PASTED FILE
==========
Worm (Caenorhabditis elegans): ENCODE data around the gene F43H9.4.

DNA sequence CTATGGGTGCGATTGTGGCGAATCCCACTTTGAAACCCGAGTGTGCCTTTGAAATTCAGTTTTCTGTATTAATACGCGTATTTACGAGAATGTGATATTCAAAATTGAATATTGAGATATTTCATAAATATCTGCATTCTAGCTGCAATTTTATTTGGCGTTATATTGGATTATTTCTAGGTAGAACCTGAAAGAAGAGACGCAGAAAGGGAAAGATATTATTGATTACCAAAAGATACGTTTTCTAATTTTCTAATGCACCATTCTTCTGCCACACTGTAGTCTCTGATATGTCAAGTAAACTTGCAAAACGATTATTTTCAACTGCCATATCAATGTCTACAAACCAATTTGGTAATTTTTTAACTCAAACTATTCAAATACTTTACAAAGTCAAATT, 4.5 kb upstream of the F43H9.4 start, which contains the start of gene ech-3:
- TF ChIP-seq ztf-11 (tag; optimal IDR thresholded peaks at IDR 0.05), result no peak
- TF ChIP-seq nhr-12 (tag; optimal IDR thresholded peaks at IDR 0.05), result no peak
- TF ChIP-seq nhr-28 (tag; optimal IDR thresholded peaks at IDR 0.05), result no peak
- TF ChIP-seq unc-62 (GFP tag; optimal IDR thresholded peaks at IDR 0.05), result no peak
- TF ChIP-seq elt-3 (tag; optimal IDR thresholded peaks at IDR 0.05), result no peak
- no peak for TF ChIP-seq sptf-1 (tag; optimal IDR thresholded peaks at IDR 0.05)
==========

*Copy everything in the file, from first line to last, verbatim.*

Worm (Caenorhabditis elegans): ENCODE data around the gene F43H9.4.

DNA sequence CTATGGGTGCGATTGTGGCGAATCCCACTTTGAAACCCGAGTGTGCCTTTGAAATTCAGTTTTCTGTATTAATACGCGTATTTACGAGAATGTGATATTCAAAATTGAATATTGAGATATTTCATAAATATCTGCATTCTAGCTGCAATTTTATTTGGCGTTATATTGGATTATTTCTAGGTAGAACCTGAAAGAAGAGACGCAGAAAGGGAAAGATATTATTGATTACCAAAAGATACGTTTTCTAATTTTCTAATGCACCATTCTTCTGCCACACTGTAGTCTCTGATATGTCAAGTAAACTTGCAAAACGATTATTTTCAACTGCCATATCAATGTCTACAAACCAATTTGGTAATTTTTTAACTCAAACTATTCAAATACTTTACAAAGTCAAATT, 4.5 kb upstream of the F43H9.4 start, which contains the start of gene ech-3:
- TF ChIP-seq ztf-11 (tag; optimal IDR thresholded peaks at IDR 0.05), result no peak
- TF ChIP-seq nhr-12 (tag; optimal IDR thresholded peaks at IDR 0.05), result no peak
- TF ChIP-seq nhr-28 (tag; optimal IDR thresholded peaks at IDR 0.05), result no peak
- TF ChIP-seq unc-62 (GFP tag; optimal IDR thresholded peaks at IDR 0.05), result no peak
- TF ChIP-seq elt-3 (tag; optimal IDR thresholded peaks at IDR 0.05), result no peak
- no peak for TF ChIP-seq sptf-1 (tag; optimal IDR thresholded peaks at IDR 0.05)